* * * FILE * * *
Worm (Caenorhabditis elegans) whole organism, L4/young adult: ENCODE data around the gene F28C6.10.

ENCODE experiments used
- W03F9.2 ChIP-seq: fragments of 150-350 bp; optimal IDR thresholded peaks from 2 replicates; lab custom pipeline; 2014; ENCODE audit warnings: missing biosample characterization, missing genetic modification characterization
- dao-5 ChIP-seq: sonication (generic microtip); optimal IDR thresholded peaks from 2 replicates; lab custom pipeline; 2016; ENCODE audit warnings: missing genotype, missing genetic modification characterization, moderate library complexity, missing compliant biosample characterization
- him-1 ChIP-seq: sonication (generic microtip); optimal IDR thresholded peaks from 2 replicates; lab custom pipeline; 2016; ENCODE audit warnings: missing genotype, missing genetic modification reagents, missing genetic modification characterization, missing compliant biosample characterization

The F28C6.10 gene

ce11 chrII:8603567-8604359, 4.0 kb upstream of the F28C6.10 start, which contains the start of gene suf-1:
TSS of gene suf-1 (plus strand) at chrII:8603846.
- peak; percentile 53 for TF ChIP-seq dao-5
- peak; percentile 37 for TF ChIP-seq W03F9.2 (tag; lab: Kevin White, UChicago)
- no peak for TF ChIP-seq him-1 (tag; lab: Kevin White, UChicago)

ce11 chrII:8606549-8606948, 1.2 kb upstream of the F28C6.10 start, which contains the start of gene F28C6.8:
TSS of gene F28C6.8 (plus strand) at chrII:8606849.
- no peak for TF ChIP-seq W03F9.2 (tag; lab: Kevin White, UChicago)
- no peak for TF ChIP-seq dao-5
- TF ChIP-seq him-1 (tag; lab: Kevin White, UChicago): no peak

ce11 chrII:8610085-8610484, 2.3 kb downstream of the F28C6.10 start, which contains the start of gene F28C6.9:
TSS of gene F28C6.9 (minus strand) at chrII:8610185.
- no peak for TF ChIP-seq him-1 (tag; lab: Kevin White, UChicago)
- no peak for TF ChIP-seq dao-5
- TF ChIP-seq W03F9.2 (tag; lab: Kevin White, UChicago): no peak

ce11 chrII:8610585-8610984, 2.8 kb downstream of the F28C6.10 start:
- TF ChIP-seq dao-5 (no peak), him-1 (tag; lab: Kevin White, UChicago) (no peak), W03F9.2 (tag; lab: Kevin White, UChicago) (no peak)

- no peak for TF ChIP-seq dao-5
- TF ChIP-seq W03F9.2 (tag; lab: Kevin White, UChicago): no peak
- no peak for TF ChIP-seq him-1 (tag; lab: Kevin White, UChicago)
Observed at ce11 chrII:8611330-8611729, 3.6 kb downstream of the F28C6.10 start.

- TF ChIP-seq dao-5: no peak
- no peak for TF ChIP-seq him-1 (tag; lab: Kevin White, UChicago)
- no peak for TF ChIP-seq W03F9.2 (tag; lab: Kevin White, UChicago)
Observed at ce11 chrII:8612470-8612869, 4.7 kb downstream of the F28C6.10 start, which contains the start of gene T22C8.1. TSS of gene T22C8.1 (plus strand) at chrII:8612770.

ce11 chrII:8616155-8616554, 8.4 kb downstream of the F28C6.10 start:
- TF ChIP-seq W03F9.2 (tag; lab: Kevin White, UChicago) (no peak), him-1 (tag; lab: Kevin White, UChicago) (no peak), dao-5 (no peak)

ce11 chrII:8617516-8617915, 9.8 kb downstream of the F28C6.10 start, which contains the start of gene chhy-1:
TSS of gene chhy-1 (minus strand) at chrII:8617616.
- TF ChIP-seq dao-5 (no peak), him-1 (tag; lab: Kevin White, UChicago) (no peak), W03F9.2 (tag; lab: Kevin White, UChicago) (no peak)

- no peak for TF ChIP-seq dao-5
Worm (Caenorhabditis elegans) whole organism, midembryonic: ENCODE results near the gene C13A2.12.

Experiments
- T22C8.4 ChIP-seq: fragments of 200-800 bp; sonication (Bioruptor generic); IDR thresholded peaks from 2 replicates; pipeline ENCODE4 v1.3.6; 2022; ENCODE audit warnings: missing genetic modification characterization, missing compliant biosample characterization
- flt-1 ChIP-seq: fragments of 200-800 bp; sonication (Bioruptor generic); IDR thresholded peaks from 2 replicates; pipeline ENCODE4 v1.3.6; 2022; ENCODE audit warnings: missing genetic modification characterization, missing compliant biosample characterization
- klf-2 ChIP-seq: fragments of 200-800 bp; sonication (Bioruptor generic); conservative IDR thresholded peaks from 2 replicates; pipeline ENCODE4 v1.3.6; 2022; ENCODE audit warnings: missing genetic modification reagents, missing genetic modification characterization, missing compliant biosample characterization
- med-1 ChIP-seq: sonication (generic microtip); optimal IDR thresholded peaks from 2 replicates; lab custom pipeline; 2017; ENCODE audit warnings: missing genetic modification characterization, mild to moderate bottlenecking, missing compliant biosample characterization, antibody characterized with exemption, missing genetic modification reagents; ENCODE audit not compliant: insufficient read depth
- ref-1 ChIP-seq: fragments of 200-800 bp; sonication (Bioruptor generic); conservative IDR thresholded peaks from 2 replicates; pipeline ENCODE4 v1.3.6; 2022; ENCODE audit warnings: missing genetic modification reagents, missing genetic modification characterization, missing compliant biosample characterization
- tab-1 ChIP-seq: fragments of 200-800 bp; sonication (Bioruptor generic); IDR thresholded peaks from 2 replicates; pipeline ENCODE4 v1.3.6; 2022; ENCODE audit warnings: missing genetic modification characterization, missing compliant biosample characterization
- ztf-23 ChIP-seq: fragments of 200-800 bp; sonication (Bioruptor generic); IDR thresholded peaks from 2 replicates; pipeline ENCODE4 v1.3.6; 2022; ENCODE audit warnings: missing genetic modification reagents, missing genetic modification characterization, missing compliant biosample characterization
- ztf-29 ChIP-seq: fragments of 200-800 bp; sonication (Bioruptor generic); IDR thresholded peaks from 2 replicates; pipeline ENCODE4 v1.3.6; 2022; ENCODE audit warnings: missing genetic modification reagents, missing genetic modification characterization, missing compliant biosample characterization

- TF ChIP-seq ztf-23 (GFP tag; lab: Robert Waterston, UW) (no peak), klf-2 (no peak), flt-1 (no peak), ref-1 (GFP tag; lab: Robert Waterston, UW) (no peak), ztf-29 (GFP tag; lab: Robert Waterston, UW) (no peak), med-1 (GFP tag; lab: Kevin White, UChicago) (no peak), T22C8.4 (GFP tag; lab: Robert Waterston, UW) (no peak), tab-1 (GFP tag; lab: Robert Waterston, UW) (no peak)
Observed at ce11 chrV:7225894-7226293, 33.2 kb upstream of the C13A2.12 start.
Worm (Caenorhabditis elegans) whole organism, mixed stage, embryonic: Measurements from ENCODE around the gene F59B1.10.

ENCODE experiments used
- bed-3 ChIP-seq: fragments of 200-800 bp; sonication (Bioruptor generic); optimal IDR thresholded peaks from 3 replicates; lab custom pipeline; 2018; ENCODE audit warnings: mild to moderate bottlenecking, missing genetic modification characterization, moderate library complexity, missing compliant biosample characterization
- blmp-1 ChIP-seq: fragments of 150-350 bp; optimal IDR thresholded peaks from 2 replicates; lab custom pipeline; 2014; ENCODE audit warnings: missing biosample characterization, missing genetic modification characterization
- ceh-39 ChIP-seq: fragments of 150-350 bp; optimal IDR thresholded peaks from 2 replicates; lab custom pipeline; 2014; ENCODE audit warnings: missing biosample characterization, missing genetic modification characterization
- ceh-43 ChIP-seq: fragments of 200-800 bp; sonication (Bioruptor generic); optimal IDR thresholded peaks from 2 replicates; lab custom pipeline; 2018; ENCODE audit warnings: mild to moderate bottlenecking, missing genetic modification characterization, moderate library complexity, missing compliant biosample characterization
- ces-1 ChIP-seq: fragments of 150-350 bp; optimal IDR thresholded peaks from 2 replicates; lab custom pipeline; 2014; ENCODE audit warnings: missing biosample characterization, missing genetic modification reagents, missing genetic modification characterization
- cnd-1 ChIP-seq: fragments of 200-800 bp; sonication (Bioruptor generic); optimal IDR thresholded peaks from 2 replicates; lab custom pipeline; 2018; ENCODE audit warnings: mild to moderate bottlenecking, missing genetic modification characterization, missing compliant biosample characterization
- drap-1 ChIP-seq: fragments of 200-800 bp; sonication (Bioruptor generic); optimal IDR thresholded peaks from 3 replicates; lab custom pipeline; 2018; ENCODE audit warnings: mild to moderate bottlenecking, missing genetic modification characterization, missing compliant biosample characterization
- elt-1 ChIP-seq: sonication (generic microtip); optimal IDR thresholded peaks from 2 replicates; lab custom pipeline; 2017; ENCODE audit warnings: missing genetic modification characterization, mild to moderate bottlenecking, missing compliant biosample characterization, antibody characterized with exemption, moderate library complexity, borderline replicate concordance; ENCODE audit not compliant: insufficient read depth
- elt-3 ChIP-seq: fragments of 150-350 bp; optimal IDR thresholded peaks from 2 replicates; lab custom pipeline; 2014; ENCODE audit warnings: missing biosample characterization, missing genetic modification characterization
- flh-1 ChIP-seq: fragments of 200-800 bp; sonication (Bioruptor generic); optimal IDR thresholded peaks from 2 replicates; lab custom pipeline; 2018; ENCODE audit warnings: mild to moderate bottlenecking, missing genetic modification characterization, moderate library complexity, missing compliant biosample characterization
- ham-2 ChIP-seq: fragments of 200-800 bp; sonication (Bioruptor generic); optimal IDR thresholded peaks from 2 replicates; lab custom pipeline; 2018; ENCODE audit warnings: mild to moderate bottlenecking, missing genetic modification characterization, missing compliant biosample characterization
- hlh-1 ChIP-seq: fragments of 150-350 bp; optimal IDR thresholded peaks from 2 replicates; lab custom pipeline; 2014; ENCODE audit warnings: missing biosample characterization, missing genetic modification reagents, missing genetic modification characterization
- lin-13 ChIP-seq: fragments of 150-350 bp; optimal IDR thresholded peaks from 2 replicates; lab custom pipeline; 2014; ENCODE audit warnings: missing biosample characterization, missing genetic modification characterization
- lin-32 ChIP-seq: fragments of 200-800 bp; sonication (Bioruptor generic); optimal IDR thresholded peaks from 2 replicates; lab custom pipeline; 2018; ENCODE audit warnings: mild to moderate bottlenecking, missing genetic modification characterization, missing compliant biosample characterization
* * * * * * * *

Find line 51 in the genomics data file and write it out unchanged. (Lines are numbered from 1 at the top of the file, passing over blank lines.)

ENCODE experiments used